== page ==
Friday, December 4, 2015

Movie Review - Sherlock Holmes and the Case of the Silk Stocking

Sherlock Holmes and the Case of the Silk Stocking
Inspired by the works of Sir Arthur Conan Doyle
Release Date: December 26th, 2004
Starring: Rupert Everett, Nicholas Palliser, Neil Dudgeon, Ian Hart, Anne Carroll, Tamsin Egerton, Perdita Weeks, Jennifer Moule, Eleanor David, John Cunningham, Michael Fassbender, Jonathan Hyde, Gina Beck, and Helen McCrory
Rating: ★★
To Buy

A young woman is found dead with a silk stocking tied around her throat, thrown up by the waters of the Thames. Her body comes to the attention of Doctor Watson and he thinks that this might be just the thing to interest his old friend Sherlock Holmes. The least it will do is get him to put down the syringe for an hour or two. Holmes is intrigued, though he'd never tell that to Watson. Within minutes of seeing the corpse Holmes makes the discovery that not only had a silk stocking been tied around the girl's throat, but that another one was shoved down her gullet. The more shocking discovery is that the girl isn't a young prostitute, but the daughter of Lord Pentney. Though the young girl's death is shocking, it won't be the last. As the aristocracy is reeling, Lady Georgina Massingham disappears out of her bedroom to be found the next morning, killed in the same manner. All of Belgravia is on alert as the killer targets their daughters. At Georgina Massingham's funeral another girl goes missing. But unlike the previous two victims she escapes. With the aid of Watson's fiance, the psychoanalyst Mrs. Vandeleur, Holmes finds the reason for the young girl's escape. She had a club foot. With the stockings and this new information from the intended victim, Holmes realizes that his supposition that the killer has a foot fetish is true. Holmes is confidant he can catch the killer, but he asks Georgina's sister Roberta to act as bait. Will this trick work, or will it needlessly put Roberta in danger?

Back when Sherlock Holmes and the Case of the Silk Stocking first came to Netflix I remember watching it and quite enjoying it. It felt like a fresh take on Holmes and Everett seemed well cast. The problem is in the proceeding decade Sherlock Holmes has become a booming business, with Robert Downey Junior playing him on the big screen in Guy Ritchie's films, to Jonny Lee Miller on Elementary, but most importantly, there's Benedict Cumberbatch on Sherlock which has developed such a rabid fanbase. With so many competing properties quality and production values have skyrocketed. We as the audience demand more of our stories and watching Sherlock Holmes and the Case of the Silk Stocking, we see the flaws, and not just in that annoyingly long title that I have to keep typing out. What will strike you most is that they didn't even bother to film this TV movie on a decent film stock. It lends that faux reality to it, wherein it almost feels like you're watching the news. This is actually a problem I have with all high definition film conversion, which this is obviously not. But there's a weird surreality to them making them hyper real. If you doubt my theory watch Jaws on a high definition TV, it's like watching a documentary about the seventies. But they coupled their bad film stock with a bad transfer, wherein the PAL to NTSC transfer is jittery, making it look even more shitty. But the worst decision of all was they stuck to the when in doubt use a fog machine for atmosphere school of Victorian filmmaking. There is so much fog you can barely make out any of the action in outdoor scenes, yet incongruously there wasn't enough fog to hide the modern metal structures near the cemetery!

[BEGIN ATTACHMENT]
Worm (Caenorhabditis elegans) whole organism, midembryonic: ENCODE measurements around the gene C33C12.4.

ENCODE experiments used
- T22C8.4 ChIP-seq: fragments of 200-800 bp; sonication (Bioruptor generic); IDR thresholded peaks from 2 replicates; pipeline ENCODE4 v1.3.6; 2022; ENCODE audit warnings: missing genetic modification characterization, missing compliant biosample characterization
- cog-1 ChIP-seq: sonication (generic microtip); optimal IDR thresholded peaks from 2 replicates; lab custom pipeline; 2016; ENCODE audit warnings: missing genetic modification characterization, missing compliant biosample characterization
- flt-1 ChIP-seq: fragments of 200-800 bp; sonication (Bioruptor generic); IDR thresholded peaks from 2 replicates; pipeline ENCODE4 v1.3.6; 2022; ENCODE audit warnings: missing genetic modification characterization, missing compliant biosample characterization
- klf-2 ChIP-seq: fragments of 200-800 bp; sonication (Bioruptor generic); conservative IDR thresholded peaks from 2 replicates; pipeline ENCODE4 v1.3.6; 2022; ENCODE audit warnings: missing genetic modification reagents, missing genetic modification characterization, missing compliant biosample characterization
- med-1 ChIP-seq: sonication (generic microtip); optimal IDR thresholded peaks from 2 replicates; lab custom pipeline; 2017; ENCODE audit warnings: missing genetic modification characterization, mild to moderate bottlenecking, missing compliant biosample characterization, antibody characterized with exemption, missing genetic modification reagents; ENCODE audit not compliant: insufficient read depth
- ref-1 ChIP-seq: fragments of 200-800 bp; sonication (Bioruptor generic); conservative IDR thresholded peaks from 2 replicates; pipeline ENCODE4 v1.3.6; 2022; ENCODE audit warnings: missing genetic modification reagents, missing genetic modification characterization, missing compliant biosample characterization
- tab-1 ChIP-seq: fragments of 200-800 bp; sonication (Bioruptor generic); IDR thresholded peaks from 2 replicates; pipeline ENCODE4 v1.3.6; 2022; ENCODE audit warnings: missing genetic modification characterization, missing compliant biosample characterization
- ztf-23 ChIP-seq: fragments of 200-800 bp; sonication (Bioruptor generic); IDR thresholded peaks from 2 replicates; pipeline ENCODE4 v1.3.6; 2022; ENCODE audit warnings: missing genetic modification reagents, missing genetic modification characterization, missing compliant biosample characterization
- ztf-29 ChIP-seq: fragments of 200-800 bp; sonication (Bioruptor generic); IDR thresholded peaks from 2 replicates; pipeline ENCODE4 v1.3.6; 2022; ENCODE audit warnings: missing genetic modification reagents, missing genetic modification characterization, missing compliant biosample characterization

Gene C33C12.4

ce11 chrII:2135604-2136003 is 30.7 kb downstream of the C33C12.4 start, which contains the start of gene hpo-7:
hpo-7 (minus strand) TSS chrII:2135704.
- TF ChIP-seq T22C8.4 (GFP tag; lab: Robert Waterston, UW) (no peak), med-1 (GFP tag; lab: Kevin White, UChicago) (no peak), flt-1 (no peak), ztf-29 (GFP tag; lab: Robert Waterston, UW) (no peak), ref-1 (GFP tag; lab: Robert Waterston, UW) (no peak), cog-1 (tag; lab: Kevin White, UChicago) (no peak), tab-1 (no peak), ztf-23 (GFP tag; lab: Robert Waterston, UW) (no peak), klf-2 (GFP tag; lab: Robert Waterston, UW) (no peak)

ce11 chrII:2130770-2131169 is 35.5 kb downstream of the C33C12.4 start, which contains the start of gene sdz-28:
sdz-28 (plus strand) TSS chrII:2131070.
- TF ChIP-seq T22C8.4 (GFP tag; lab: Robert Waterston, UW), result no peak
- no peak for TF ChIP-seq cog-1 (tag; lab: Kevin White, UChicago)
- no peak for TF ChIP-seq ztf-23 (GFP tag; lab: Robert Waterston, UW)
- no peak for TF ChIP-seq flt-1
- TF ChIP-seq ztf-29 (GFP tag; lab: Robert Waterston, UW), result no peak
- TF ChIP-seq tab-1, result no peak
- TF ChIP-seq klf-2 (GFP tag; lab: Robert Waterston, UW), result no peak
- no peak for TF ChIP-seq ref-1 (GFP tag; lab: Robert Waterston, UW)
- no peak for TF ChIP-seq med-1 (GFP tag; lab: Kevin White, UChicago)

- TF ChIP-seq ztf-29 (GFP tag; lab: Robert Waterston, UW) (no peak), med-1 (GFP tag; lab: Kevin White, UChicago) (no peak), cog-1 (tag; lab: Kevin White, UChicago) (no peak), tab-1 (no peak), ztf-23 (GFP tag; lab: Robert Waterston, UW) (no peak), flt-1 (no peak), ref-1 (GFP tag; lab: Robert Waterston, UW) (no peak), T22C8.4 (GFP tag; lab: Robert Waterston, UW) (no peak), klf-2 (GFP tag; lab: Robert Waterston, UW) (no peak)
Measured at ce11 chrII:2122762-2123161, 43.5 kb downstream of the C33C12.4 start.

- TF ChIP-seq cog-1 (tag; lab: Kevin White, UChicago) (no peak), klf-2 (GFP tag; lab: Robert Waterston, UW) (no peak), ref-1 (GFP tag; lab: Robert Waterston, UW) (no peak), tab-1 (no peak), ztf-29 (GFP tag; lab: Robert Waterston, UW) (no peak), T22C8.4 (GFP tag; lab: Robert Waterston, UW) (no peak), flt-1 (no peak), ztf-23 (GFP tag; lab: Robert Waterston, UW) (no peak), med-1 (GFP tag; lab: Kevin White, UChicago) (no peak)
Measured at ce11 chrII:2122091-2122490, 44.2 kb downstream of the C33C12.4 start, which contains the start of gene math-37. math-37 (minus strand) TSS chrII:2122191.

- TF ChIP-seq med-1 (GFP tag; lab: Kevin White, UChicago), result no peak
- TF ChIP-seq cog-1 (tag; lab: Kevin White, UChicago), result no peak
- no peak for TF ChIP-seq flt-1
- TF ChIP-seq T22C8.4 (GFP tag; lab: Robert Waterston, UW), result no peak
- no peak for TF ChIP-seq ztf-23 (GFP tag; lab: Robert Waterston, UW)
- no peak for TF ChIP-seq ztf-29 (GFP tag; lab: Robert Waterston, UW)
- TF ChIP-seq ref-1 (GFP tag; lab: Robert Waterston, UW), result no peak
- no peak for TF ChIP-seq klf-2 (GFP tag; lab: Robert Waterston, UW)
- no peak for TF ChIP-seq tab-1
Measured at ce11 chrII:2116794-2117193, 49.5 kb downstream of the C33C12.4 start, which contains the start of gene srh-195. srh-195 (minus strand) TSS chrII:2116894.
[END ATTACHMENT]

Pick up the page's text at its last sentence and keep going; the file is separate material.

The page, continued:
The lack of production quality seeped over into the historical details. They very obviously had no historic adviser like Downton Abbey does. Instead they had a slouching Duchess smoking filtered cigarettes almost thirty years before they existed. I mean seriously, she wouldn't show exasperation and insolence to a police officer, she would show hauteur! And that doesn't even cover the telephones and the improper titles for the King and Queen! They seemed to want to update Holmes, but instead of going all out like Elementary or Sherlock, they added incongruities that exasperate the audience versus adding to the story. But oddly enough what annoyed me the most was the lackadaisical floorplan for 221B Baker Street, which in an odd error is actually once referred to as 222B Baker Street. Of all locations in books and films, I don't think there's any one more regulated than 221B Baker Street. Everyone knows the floorplan, and yet, here they decided to create something entirely other. An obviously ground floor great room that looks like it is part of a house, not terraced apartments. Amd seriously, Mrs. Hudson just wanders in when she feels like from the large hallway? No no and no again. If you are going to take on the greatest detective ever, the least you can do is get it right!